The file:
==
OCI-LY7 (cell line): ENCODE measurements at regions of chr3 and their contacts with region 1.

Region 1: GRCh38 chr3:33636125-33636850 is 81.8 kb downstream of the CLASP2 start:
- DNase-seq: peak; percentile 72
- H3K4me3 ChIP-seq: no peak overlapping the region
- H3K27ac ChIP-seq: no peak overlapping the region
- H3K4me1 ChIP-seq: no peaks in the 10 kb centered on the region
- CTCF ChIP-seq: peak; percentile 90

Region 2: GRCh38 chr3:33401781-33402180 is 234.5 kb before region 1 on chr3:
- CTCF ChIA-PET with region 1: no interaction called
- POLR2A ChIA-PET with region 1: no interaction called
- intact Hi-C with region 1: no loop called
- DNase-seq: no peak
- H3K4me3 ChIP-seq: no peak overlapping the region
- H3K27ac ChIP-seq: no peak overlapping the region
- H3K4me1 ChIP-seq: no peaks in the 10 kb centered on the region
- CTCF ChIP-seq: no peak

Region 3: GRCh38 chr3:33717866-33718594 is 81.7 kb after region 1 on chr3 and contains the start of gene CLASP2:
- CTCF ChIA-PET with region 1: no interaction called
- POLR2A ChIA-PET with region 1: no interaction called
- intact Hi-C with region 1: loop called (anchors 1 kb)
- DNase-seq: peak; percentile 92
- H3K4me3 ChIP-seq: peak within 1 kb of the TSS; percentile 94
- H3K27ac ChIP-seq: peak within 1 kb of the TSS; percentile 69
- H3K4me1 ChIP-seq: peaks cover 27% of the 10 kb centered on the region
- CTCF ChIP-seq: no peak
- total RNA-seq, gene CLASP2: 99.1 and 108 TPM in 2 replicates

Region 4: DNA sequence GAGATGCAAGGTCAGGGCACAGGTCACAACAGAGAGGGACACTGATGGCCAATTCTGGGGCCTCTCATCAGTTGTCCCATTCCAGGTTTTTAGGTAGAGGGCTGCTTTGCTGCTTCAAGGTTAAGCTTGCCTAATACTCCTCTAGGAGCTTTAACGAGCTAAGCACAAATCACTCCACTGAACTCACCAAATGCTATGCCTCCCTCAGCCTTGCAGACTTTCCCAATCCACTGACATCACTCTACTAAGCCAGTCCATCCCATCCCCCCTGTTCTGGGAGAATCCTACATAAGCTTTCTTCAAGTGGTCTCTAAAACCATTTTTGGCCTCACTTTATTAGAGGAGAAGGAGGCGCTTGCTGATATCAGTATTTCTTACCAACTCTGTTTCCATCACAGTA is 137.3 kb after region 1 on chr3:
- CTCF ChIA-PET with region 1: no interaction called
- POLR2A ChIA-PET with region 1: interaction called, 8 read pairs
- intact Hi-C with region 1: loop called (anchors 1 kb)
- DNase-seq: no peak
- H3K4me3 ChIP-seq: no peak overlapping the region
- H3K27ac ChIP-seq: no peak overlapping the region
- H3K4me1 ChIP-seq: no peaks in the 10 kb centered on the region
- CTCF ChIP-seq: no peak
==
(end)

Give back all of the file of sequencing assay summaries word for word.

OCI-LY7 (cell line): ENCODE measurements at regions of chr3 and their contacts with region 1.

Region 1: GRCh38 chr3:33636125-33636850 is 81.8 kb downstream of the CLASP2 start:
- DNase-seq: peak; percentile 72
- H3K4me3 ChIP-seq: no peak overlapping the region
- H3K27ac ChIP-seq: no peak overlapping the region
- H3K4me1 ChIP-seq: no peaks in the 10 kb centered on the region
- CTCF ChIP-seq: peak; percentile 90

Region 2: GRCh38 chr3:33401781-33402180 is 234.5 kb before region 1 on chr3:
- CTCF ChIA-PET with region 1: no interaction called
- POLR2A ChIA-PET with region 1: no interaction called
- intact Hi-C with region 1: no loop called
- DNase-seq: no peak
- H3K4me3 ChIP-seq: no peak overlapping the region
- H3K27ac ChIP-seq: no peak overlapping the region
- H3K4me1 ChIP-seq: no peaks in the 10 kb centered on the region
- CTCF ChIP-seq: no peak

Region 3: GRCh38 chr3:33717866-33718594 is 81.7 kb after region 1 on chr3 and contains the start of gene CLASP2:
- CTCF ChIA-PET with region 1: no interaction called
- POLR2A ChIA-PET with region 1: no interaction called
- intact Hi-C with region 1: loop called (anchors 1 kb)
- DNase-seq: peak; percentile 92
- H3K4me3 ChIP-seq: peak within 1 kb of the TSS; percentile 94
- H3K27ac ChIP-seq: peak within 1 kb of the TSS; percentile 69
- H3K4me1 ChIP-seq: peaks cover 27% of the 10 kb centered on the region
- CTCF ChIP-seq: no peak
- total RNA-seq, gene CLASP2: 99.1 and 108 TPM in 2 replicates

Region 4: DNA sequence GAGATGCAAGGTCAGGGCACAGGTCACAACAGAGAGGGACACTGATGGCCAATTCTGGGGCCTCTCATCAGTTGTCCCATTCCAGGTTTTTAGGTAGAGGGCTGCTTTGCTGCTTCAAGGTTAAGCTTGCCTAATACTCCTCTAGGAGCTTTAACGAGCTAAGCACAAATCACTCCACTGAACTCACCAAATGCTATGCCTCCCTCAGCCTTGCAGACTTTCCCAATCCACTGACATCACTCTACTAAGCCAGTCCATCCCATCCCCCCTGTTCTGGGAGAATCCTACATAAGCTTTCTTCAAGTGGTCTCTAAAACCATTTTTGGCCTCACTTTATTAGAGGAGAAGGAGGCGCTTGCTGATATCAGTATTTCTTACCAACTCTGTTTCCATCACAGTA is 137.3 kb after region 1 on chr3:
- CTCF ChIA-PET with region 1: no interaction called
- POLR2A ChIA-PET with region 1: interaction called, 8 read pairs
- intact Hi-C with region 1: loop called (anchors 1 kb)
- DNase-seq: no peak
- H3K4me3 ChIP-seq: no peak overlapping the region
- H3K27ac ChIP-seq: no peak overlapping the region
- H3K4me1 ChIP-seq: no peaks in the 10 kb centered on the region
- CTCF ChIP-seq: no peak